our everyday life

How to Introduce Toddlers to Playground Safety

by Lucie Westminster, studioD

Kids Health reports that over 200,000 emergency room visits each year are directly related to injuries sustained at a playground. If you want to avoid contributing to this alarming statistic, educate your toddler about playground safety. It can be hard to find a way to introduce this concept in a way your child will understand, but with the proper techniques, your child can stay safe and enjoy playing at your favorite playground.

Read a book with your toddler that introduces the importance of safety at the playground. For example, you could read Margery Cuyler's "Please Play Safe! Penguin's Guide To Playground Safety." After the story, talk about the specific safety precautions Penguin and his friends used to have an enjoyable but safe experience at the playground. Ask your toddler open-ended questions like, "How will you stay safe the next time you play at the playground?"

Visit a playground with your toddler for the sole purpose of striking up a conversation about its safety. Watch the other children play and ask your toddler to point out kids who are being safe and kids who are not. Do not forget to discuss the importance of stranger safety if you plan to let your toddler play at a public playground. You can also model safe ways to play for your child.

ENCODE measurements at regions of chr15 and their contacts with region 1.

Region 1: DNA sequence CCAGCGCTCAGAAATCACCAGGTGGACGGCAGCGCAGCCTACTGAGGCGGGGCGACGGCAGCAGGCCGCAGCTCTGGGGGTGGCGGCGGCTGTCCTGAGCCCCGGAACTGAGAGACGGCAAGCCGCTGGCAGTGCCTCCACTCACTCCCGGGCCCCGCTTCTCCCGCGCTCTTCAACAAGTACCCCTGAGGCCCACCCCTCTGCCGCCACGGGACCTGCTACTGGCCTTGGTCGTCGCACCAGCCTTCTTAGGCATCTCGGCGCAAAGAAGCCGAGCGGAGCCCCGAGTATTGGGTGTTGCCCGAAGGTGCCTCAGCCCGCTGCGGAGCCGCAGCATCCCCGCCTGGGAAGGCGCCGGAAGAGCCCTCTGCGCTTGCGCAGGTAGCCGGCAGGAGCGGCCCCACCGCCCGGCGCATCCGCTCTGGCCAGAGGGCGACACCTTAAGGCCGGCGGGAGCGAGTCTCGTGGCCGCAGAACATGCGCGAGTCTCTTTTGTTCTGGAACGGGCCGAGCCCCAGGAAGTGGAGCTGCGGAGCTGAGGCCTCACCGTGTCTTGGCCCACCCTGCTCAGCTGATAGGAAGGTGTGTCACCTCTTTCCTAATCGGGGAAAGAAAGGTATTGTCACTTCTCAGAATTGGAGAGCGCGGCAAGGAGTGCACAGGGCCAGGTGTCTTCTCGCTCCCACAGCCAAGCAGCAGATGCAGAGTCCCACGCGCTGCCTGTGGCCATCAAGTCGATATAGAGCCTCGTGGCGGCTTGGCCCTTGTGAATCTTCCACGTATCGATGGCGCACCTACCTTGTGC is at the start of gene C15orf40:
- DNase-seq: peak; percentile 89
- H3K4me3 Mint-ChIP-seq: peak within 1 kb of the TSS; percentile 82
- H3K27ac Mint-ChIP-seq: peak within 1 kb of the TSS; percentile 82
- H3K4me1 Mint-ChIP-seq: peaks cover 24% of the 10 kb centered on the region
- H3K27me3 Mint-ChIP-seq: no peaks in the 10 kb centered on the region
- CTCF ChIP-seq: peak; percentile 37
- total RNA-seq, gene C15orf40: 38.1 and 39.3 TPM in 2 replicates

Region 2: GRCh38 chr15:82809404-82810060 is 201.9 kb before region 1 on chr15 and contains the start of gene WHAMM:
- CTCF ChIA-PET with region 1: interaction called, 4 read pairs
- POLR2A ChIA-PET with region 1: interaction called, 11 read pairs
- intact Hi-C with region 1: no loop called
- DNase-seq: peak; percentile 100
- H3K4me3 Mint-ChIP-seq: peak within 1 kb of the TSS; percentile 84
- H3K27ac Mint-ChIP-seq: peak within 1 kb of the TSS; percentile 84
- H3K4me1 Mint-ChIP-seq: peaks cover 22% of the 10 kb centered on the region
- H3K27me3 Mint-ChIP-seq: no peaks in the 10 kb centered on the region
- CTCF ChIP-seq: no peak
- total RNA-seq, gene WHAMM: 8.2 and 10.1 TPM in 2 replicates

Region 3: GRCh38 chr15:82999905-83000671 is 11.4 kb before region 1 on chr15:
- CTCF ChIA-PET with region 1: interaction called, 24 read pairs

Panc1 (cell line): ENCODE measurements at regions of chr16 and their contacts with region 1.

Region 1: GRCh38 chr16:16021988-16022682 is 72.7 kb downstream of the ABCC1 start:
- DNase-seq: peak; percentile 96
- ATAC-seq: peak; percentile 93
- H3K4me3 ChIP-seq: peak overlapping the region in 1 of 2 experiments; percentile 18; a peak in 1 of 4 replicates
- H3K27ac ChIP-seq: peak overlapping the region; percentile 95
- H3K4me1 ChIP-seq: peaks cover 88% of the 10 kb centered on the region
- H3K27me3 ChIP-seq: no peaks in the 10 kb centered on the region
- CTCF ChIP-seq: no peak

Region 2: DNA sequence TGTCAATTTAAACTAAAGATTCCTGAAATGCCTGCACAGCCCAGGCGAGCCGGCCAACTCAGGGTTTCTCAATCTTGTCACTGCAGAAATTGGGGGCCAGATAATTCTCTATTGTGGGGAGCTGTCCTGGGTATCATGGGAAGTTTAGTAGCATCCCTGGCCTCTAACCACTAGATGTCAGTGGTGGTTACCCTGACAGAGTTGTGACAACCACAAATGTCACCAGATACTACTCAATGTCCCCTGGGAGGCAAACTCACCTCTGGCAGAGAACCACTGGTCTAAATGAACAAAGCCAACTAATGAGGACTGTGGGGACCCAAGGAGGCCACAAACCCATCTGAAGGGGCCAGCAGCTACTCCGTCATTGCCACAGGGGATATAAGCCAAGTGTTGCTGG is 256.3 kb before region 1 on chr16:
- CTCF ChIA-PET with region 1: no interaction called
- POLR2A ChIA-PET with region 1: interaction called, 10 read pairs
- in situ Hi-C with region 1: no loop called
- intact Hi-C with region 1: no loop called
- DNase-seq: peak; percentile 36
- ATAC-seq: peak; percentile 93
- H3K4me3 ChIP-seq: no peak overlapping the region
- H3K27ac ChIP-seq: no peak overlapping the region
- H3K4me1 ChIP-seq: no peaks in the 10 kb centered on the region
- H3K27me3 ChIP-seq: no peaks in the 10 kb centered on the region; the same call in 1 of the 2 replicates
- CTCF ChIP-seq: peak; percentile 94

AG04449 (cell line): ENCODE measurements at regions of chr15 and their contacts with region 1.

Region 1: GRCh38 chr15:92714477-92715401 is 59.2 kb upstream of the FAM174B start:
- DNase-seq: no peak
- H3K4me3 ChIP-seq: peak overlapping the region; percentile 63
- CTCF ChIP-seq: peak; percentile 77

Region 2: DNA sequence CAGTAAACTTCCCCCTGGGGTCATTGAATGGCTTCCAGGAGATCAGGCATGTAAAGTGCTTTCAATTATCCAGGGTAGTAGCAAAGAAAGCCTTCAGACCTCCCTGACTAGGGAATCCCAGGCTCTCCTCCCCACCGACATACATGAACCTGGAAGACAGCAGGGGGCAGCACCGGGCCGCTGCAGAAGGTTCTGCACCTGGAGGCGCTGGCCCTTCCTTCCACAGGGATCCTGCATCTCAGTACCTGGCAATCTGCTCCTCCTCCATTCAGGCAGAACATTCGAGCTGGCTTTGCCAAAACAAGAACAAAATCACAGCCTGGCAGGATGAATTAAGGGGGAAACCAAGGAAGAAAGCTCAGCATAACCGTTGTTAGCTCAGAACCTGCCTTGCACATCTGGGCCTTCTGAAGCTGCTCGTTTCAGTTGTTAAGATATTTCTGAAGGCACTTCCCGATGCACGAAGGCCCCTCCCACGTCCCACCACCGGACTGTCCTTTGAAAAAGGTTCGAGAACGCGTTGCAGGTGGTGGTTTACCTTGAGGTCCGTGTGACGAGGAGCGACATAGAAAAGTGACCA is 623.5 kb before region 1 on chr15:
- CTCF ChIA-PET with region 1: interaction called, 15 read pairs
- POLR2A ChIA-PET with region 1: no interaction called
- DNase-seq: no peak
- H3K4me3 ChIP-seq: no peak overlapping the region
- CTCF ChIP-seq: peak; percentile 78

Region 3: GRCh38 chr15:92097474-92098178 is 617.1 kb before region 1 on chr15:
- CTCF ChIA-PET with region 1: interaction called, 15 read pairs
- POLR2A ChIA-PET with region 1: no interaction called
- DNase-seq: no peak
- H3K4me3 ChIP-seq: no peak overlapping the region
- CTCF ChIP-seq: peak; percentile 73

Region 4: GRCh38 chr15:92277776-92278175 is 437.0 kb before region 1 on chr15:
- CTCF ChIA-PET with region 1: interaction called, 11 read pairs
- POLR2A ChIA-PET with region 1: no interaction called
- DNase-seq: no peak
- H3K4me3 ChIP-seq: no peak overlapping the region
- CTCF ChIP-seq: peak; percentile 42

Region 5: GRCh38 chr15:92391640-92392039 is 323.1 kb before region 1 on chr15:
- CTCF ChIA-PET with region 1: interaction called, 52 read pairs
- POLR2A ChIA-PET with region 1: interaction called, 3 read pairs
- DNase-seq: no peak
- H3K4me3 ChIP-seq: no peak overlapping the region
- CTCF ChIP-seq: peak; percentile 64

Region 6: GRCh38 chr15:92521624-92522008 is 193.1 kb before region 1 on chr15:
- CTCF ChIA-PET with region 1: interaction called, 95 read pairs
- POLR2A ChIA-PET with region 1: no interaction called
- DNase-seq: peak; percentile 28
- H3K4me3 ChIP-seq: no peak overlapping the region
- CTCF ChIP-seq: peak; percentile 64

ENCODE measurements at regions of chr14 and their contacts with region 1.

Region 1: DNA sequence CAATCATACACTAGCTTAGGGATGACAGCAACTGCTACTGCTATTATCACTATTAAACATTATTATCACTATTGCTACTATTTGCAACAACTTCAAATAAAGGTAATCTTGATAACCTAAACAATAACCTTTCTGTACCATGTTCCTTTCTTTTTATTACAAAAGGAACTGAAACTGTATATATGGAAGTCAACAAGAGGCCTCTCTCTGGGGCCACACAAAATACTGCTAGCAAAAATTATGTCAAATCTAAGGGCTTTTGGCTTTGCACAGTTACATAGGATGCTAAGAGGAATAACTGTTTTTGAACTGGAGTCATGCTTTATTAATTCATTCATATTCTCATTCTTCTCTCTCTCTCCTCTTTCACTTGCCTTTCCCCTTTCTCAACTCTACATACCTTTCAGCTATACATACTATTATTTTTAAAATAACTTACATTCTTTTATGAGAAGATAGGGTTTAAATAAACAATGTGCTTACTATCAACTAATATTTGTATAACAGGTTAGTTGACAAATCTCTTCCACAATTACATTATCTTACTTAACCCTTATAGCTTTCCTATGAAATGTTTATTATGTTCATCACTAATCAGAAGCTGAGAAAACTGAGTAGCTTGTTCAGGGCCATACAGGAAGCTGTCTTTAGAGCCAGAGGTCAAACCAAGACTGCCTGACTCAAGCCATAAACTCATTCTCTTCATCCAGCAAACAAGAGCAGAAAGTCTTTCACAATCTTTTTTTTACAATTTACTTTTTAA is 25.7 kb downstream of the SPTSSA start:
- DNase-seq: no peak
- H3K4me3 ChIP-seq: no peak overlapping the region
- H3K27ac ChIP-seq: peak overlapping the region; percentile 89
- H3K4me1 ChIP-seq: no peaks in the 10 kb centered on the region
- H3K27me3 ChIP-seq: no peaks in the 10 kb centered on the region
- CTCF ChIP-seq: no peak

Use your toddler's favorite stuffed animal or doll as an age-appropriate way to introduce playground safety. Pretend that Teddy is headed to the playground with his friend and use him to act out safe playground practices. For example, you might have Teddy wait in line patiently as his friend Dolly slides down the slide. This reinforces the idea that only one child should use the slide at a time.

Introduce the importance of water safety using a book like Dana Meachen's "Water Safety." With more and more playgrounds including water features in their design, don't forget to introduce this crucial safety topic. The use of a fun and entertaining book gives your child pertinent information in a way that keeps him interested in material that otherwise may not be exciting.

Print off or copy black and white coloring pages of various playground equipment like swings, slides or ladders. Give your toddler child-safe crayons or markers and ask her to color the various equipment. As she colors the swing, remind your toddler that she needs to ask an adult to help her get in and out of the swing to stay safe.

Items you will need
  •  Children's literature on playground and water safety
  •  Stuffed animals or dolls
  •  Playground equipment coloring pages
  •  Non-toxic art materials


  • Always supervise your toddler while he plays at the playground, even if it is in your backyard. Even though a playground provides great entertainment for your little one, there are many opportunities for your child to hurt himself during play.

About the Author

Based in Texas, Lucie Westminster has been a writer and researcher since 1975. Her work has been published in journals such as "Psychological Reports" and "Journal of Verbal Learning and Verbal Behavior." Westminster's interests include developmental psychology, children, pets and crafting. She holds a Ph.D. in psychology from Miami University.

Photo Credits

  • Dynamic Graphics/Creatas/Getty Images